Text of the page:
A hustle that would annoy the ones surrounding us who paid full price, we had first class seats for a Groupon price. It quickly turned from a marionette to a goddamn IMAX. There were no distractions here, no starry phone lights or camera shutters—the live music was barreling through it all. As the lights dimmed once more we each looked at each other with varying degrees of anticipation before the show leapt back into full swing. 

 It’s strange coming to a show at the end of its run, the same inevitable feeling of weariness hung in the galleries. Being up close to the action meant it wasn’t just colourful blurs doing incredible feats of human endurance, each performer had a story beaming through every move. Their diligence was extraordinary and yet, they were just… having fun. They’d occasionally gaze a little longer at one another after a sequence, a small smile cracking underneath their rehearsed mannerisms. Heh, maybe I was injecting my own celluloid riddled naivety into what was probably a recited gaze— but the chemistry was undeniable. They weren’t putting it on the grand production line for the opening night audience, they were jovially telling themselves the story like a group of old friends at the pub as the last call tolls, we were just invited.

 It reminded me of the end of my first job in a twisted way. I worked at a Blockbuster for most of my formative years. The library for cinephiles. I remember trying to delay the inevitable battering that streaming was about to unleash—exercises in futility were really mostly the only workouts I got back then. It’s a hard truth to face, when something comes to it’s natural conclusion. Yet, a few weeks before we shut up shop for good, when the chips had fallen and the writing was already taken off the wall, there was a strange relief that washed over. Letting go of the wheel and embracing the loss of control. Like the Cirque performers we continued to do our diligent duties, performing for the customers and keeping the machine going. Once the idea of changing the outcome was out the window, it became fun, each shift was another chance to savour the stories we experienced. Riding the bastard until the wheels fell off. I fell in love for the first time there (ha love at 14 is such a seedling of a thing is it not), I saw my first Tarantino movie, discovered the voices and artists that would go on to paint the foreground of the world to be. The relationships, the rough patches, the highs and lows, all coming to one foreseeable end—and at least it was an ending.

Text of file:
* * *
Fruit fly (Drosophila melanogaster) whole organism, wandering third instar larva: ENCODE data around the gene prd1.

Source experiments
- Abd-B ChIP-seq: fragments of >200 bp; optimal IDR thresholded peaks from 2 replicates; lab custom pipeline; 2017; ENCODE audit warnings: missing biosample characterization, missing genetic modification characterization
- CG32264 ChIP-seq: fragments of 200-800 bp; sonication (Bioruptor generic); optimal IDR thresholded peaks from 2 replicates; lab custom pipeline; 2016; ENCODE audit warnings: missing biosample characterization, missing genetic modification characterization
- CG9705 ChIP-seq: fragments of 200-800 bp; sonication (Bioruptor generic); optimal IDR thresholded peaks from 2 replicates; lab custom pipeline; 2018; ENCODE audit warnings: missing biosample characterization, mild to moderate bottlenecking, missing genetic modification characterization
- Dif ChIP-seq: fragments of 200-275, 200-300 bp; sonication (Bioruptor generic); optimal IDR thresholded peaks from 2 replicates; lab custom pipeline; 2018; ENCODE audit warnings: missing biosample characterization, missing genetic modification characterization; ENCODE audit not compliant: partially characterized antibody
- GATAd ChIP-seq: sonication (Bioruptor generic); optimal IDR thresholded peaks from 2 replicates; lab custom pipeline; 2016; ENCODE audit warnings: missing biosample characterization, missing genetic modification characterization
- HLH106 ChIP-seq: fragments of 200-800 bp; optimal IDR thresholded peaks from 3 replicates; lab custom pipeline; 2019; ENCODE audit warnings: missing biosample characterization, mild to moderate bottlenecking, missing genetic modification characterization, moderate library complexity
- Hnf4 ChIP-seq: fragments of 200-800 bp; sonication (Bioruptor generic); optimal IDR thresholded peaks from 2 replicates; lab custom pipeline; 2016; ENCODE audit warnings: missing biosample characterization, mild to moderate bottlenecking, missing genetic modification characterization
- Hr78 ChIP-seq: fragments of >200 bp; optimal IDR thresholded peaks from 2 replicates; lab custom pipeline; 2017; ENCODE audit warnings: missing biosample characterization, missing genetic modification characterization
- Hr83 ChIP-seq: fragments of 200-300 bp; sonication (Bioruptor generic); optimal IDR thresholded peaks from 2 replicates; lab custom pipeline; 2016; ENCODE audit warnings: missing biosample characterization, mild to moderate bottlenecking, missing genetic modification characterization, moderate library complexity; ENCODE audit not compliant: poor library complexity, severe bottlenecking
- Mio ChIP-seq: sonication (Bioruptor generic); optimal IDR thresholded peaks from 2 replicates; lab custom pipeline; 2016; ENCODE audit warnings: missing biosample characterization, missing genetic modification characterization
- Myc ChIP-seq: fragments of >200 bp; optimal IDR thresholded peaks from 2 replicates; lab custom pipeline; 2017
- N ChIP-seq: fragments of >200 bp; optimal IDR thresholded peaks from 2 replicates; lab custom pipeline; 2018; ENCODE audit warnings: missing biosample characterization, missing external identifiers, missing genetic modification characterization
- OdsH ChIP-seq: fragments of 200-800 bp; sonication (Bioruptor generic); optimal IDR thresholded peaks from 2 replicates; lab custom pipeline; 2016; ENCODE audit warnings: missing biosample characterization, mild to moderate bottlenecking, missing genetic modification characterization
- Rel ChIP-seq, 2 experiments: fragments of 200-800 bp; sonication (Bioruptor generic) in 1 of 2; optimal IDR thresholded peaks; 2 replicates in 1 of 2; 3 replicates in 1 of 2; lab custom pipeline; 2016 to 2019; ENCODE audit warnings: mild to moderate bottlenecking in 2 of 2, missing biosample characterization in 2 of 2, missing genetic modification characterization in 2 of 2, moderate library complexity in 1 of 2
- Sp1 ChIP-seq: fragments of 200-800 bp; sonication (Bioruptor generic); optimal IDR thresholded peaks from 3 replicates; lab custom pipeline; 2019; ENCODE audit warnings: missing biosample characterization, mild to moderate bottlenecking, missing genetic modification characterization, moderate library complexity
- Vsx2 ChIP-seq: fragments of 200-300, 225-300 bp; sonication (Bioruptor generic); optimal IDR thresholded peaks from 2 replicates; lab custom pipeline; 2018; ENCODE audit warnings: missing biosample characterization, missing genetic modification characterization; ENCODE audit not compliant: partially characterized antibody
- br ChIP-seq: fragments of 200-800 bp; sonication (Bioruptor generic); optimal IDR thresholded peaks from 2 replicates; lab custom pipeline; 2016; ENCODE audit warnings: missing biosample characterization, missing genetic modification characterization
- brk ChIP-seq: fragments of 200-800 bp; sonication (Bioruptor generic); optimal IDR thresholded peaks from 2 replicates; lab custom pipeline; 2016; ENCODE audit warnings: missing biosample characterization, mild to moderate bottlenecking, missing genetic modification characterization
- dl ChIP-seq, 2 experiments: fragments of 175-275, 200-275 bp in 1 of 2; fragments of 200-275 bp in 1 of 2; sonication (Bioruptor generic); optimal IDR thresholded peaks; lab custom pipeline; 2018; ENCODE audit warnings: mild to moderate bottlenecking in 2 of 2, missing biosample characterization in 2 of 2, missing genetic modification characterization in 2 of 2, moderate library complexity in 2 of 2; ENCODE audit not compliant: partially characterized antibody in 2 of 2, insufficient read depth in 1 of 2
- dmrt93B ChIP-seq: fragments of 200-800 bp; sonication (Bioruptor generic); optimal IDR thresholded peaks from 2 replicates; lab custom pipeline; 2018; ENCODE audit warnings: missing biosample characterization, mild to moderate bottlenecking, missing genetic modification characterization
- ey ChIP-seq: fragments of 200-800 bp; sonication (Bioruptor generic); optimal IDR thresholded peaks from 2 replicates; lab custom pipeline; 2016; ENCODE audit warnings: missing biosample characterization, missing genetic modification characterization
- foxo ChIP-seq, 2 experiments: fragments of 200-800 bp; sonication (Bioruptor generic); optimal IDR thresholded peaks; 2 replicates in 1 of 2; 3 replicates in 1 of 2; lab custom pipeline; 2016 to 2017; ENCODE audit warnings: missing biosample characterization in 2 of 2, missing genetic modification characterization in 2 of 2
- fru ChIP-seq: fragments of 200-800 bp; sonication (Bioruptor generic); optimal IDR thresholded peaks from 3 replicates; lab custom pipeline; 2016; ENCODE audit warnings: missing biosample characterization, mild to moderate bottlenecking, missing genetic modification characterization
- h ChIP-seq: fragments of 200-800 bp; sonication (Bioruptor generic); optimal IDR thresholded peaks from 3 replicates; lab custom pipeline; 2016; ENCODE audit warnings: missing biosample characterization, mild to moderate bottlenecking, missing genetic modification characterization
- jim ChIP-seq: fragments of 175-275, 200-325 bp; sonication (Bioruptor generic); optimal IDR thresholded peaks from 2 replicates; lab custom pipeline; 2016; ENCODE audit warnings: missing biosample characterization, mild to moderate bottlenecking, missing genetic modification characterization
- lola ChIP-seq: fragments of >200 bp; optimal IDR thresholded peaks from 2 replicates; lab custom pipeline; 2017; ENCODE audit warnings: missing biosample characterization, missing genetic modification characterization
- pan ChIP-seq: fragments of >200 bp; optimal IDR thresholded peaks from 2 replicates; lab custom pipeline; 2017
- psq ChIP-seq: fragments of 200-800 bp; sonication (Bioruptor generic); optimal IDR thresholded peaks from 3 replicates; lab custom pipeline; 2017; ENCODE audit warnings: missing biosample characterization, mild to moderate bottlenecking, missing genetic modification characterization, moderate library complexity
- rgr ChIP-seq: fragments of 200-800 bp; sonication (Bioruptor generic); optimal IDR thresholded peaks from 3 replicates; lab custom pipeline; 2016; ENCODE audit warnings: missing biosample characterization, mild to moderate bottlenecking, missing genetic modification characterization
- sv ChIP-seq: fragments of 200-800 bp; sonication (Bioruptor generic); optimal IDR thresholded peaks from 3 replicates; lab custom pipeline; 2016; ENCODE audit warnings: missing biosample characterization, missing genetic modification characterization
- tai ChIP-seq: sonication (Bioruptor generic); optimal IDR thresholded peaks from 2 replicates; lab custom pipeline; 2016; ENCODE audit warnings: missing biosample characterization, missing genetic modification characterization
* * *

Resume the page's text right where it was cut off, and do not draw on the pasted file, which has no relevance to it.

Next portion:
The show was a marvel to watch, even if half the story was lost on me while my gaze went to the performers, imagining the relationships that may have formed, friendships built and hearts broken all throughout their run at the Royal Albert. It took me a solid moment of time before I realised the lights had come up and the show was over. 

We each grabbed a slightly bent cigarette from our last pack and sparked up on equal grounding with the tuxedo crowds around us. One of us, I cannot remember for the life of me whom said what we were all thinking, “So, Pub?” We didn’t need an answer. We squeezed through the crowds as they waited for Taxis and Uber’s and we began the rhythmic walk back to the underground.

 There was a carpeting of brochures for the show all over the floor near the entrance and on the path to the station, “Cirque Du Soleil: Founded in Canada” printed under each byline.. Strange old world…I always thought they were from France.